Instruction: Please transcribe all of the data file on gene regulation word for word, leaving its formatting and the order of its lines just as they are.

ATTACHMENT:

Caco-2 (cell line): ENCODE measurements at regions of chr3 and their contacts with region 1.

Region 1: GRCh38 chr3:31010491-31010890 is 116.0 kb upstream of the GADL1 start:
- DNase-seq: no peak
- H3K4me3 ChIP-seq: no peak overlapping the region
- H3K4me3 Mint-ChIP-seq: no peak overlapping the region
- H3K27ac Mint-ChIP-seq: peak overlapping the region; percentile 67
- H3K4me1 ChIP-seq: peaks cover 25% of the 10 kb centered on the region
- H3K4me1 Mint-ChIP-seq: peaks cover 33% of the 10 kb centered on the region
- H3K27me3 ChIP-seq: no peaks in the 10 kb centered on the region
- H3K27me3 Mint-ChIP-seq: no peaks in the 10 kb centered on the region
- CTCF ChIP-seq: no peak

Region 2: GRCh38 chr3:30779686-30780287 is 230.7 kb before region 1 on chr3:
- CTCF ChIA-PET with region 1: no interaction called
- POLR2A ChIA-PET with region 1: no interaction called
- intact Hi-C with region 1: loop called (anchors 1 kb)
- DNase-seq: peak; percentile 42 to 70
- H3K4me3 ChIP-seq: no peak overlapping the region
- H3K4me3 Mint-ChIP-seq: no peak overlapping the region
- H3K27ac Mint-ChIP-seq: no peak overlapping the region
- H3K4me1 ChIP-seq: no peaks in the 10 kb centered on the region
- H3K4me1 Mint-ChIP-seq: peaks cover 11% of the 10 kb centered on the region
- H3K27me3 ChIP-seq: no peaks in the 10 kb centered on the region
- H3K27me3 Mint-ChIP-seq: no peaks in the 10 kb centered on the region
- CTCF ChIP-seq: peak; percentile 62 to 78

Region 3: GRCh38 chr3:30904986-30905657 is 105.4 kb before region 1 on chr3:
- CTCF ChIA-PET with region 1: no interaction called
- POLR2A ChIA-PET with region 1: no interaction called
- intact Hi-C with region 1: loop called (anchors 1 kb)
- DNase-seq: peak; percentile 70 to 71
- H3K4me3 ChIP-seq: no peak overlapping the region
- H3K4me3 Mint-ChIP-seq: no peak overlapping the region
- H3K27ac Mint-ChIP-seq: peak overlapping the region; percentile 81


Caco-2 (cell line): ENCODE measurements at regions of chr3 and their contacts with region 1.

Region 1: GRCh38 chr3:31010491-31010890 is 116.0 kb upstream of the GADL1 start:
- DNase-seq: no peak
- H3K4me3 ChIP-seq: no peak overlapping the region
- H3K4me3 Mint-ChIP-seq: no peak overlapping the region
- H3K27ac Mint-ChIP-seq: peak overlapping the region; percentile 67
- H3K4me1 ChIP-seq: peaks cover 25% of the 10 kb centered on the region
- H3K4me1 Mint-ChIP-seq: peaks cover 33% of the 10 kb centered on the region
- H3K27me3 ChIP-seq: no peaks in the 10 kb centered on the region
- H3K27me3 Mint-ChIP-seq: no peaks in the 10 kb centered on the region
- CTCF ChIP-seq: no peak

Region 2: GRCh38 chr3:30779686-30780287 is 230.7 kb before region 1 on chr3:
- CTCF ChIA-PET with region 1: no interaction called
- POLR2A ChIA-PET with region 1: no interaction called
- intact Hi-C with region 1: loop called (anchors 1 kb)
- DNase-seq: peak; percentile 42 to 70
- H3K4me3 ChIP-seq: no peak overlapping the region
- H3K4me3 Mint-ChIP-seq: no peak overlapping the region
- H3K27ac Mint-ChIP-seq: no peak overlapping the region
- H3K4me1 ChIP-seq: no peaks in the 10 kb centered on the region
- H3K4me1 Mint-ChIP-seq: peaks cover 11% of the 10 kb centered on the region
- H3K27me3 ChIP-seq: no peaks in the 10 kb centered on the region
- H3K27me3 Mint-ChIP-seq: no peaks in the 10 kb centered on the region
- CTCF ChIP-seq: peak; percentile 62 to 78

Region 3: GRCh38 chr3:30904986-30905657 is 105.4 kb before region 1 on chr3:
- CTCF ChIA-PET with region 1: no interaction called
- POLR2A ChIA-PET with region 1: no interaction called
- intact Hi-C with region 1: loop called (anchors 1 kb)
- DNase-seq: peak; percentile 70 to 71
- H3K4me3 ChIP-seq: no peak overlapping the region
- H3K4me3 Mint-ChIP-seq: no peak overlapping the region
- H3K27ac Mint-ChIP-seq: peak overlapping the region; percentile 81